Trial Registration: Australian New Zealand Clinical Trials Registry ACTRN12618000511235. Registered on 9 April 2018.
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http://dx.doi.org/10.1186/s13047-019-0362-xDOI Listing
http://www.ncbi.nlm.nih.gov/pmc/articles/PMC6858641PMC
May 2020

Povidone-iodine Irrigation for Pediatric Perforated Appendicitis May Be Protective: A Bayesian Pilot Randomized Controlled Trial.

Ann Surg 2020 05;271(5):827-833

McGovern Medical School, University of Texas Health Sciences Center at Houston, Department of Pediatric Surgery, Houston, TX.

Objectives: A randomized controlled trial was conducted to test the hypothesis that povidone-iodine (PVI) irrigation versus no irrigation (NI) reduces postoperative intra-abdominal abscess (IAA) in children with perforated appendicitis.

Methods: A 100 patient pilot randomized controlled trial was conducted. Consecutive patients with acute perforated appendicitis were randomized (1:1) to PVI or NI from April 2016 to March 2017 and followed for 1 year. Patients and postoperative providers were blinded to allocation. The primary endpoint was 30-day image-confirmed IAA. Secondary outcomes included initial and total 30-day length of stay (LOS), emergency department (ED) visits, and readmissions. Intention-to-treat analyses were performed to estimate the probability of clinical benefit using Bayesian regression models (an optimistic prior for the primary outcome and neutral priors for secondary outcomes). Frequentist statistics were also used.

Results: Baseline characteristics were similar between treatment arms. The PVI arm had 12% postoperative IAA versus 16% in the NI arm (relative risk 0.72, 95% credible interval 0.38-1.23). Bayesian analysis estimates 89% probability that PVI reduces IAA. High probability of benefit was seen in all secondary outcomes for the PVI arm: fewer ED visits and readmissions, and shorter initial and total 30-day LOS. The probability of benefit in reduction of total 30-day LOS in PVI patients was 96% and was significant (P = 0.05) on frequentist analysis.

Conclusions: PVI irrigation for perforated appendicitis in children demonstrated a strong probability of reduction in postoperative IAA with a high probability of decreased LOS. With the favorable probability of benefit in all outcomes, this pilot study serves as evidence to continue a definitive trial.
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http://dx.doi.org/10.1097/SLA.0000000000003398DOI Listing
May 2020

Evaluating the population impact of hepatitis C direct acting antiviral treatment as prevention for people who inject drugs (EPIToPe) - a natural experiment (protocol).

BMJ Open 2019 09 24;9(9):e029538. Epub 2019 Sep 24.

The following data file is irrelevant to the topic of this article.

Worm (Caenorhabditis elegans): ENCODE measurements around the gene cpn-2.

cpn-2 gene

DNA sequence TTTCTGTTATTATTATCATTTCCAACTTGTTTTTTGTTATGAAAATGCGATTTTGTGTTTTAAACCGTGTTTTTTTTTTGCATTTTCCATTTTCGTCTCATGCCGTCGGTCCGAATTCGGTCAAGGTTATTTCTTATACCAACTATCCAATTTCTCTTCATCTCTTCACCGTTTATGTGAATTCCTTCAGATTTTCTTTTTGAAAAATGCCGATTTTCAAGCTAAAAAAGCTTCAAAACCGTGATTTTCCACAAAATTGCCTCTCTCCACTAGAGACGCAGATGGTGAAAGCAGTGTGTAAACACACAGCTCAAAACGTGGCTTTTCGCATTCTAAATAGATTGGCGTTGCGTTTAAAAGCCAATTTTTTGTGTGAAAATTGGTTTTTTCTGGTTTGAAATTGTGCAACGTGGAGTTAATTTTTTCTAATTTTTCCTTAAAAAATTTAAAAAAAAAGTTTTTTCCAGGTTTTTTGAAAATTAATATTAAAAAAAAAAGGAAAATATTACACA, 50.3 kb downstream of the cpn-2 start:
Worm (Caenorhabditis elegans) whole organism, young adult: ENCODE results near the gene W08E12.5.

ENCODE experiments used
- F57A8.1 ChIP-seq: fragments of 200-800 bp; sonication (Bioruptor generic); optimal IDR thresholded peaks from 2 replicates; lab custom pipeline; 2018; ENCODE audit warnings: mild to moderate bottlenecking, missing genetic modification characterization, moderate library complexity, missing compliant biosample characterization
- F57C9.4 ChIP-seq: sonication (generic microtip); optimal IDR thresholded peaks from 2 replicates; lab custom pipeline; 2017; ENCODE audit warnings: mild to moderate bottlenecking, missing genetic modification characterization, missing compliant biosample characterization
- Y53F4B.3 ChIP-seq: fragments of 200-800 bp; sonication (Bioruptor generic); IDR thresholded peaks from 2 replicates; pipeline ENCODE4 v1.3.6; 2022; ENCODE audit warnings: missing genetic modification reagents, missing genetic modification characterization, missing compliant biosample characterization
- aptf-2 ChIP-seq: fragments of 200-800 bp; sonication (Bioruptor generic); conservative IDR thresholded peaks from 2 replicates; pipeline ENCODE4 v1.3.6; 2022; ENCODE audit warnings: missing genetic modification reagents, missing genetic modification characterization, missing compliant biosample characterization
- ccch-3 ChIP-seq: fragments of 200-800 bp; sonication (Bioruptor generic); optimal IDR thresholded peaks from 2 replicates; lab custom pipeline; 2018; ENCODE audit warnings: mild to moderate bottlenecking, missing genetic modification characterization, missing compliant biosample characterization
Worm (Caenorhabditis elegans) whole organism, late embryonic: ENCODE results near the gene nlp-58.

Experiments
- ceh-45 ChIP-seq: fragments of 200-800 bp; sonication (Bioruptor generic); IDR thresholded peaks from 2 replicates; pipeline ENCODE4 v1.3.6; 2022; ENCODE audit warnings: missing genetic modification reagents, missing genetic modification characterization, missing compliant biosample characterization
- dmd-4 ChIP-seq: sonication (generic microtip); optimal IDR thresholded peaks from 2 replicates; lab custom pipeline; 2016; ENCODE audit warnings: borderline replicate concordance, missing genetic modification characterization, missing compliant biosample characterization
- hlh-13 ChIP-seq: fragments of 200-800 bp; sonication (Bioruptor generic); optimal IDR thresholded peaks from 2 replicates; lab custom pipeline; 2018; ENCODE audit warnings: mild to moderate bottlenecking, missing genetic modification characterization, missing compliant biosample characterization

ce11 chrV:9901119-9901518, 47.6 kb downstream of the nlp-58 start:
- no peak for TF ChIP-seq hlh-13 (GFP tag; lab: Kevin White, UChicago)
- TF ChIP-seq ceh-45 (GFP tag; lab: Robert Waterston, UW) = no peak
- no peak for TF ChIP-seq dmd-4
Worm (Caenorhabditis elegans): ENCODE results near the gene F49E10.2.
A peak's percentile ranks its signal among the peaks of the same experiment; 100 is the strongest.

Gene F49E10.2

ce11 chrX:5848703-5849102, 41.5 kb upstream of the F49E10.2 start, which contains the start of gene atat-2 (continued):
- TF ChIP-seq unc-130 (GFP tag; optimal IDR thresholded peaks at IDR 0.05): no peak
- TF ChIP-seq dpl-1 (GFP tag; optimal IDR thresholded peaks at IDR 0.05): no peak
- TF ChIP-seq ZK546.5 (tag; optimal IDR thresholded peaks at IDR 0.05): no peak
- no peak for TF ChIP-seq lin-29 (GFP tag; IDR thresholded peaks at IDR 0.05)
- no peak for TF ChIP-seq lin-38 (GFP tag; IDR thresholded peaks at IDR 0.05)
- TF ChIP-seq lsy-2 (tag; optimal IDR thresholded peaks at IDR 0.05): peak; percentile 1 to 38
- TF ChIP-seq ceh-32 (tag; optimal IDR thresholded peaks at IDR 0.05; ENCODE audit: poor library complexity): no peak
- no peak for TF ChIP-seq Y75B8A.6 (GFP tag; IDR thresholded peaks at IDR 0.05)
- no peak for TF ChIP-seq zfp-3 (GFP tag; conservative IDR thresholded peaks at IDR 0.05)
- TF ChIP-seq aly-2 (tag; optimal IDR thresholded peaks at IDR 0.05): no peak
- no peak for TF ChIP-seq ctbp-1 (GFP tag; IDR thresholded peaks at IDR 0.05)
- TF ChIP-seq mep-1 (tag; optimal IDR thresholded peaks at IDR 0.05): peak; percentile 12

Glasgow Caledonian University, Glasgow, UK.

Introduction: Hepatitis C virus (HCV) is the second largest contributor to liver disease in the UK, with injecting drug use as the main risk factor among the estimated 200 000 people currently infected. Despite effective prevention interventions, chronic HCV prevalence remains around 40% among people who inject drugs (PWID). New direct-acting antiviral (DAA) HCV therapies combine high cure rates (>90%) and short treatment duration (8 to 12 weeks). Theoretical mathematical modelling evidence suggests HCV treatment scale-up can prevent transmission and substantially reduce HCV prevalence/incidence among PWID. Our primary aim is to generate empirical evidence on the effectiveness of HCV 'Treatment as Prevention' (TasP) in PWID.

Methods And Analysis: We plan to establish a natural experiment with Tayside, Scotland, as a single intervention site where HCV care pathways are being expanded (including specialist drug treatment clinics, needle and syringe programmes (NSPs), pharmacies and prison) and HCV treatment for PWID is being rapidly scaled-up. Other sites in Scotland and England will act as potential controls. Over 2 years from 2017/2018, at least 500 PWID will be treated in Tayside, which simulation studies project will reduce chronic HCV prevalence among PWID by 62% (from 26% to 10%) and HCV incidence will fall by approximately 2/3 (from 4.2 per 100 person-years (p100py) to 1.4 p100py). Treatment response and re-infection rates will be monitored. We will conduct focus groups and interviews with service providers and patients that accept and decline treatment to identify barriers and facilitators in implementing TasP. We will conduct longitudinal interviews with up to 40 PWID to assess whether successful HCV treatment alters their perspectives on and engagement with drug treatment and recovery. Trained peer researchers will be involved in data collection and dissemination. The primary outcome - chronic HCV prevalence in PWID - is measured using information from the Needle Exchange Surveillance Initiative survey in Scotland and the Unlinked Anonymous Monitoring Programme in England, conducted at least four times before and three times during and after the intervention. We will adapt Bayesian synthetic control methods (specifically the Causal Impact Method) to generate the cumulative impact of the intervention on chronic HCV prevalence and incidence. We will use a dynamic HCV transmission and economic model to evaluate the cost-effectiveness of the HCV TasP intervention, and to estimate the contribution of the scale-up in HCV treatment to observe changes in HCV prevalence. Through the qualitative data we will systematically explore key mechanisms of TasP real world implementation from provider and patient perspectives to develop a manual for scaling up HCV treatment in other settings. We will compare qualitative accounts of drug treatment and recovery with a 'virtual cohort' of PWID linking information on HCV treatment with Scottish Drug treatment databases to test whether DAA treatment improves drug treatment outcomes.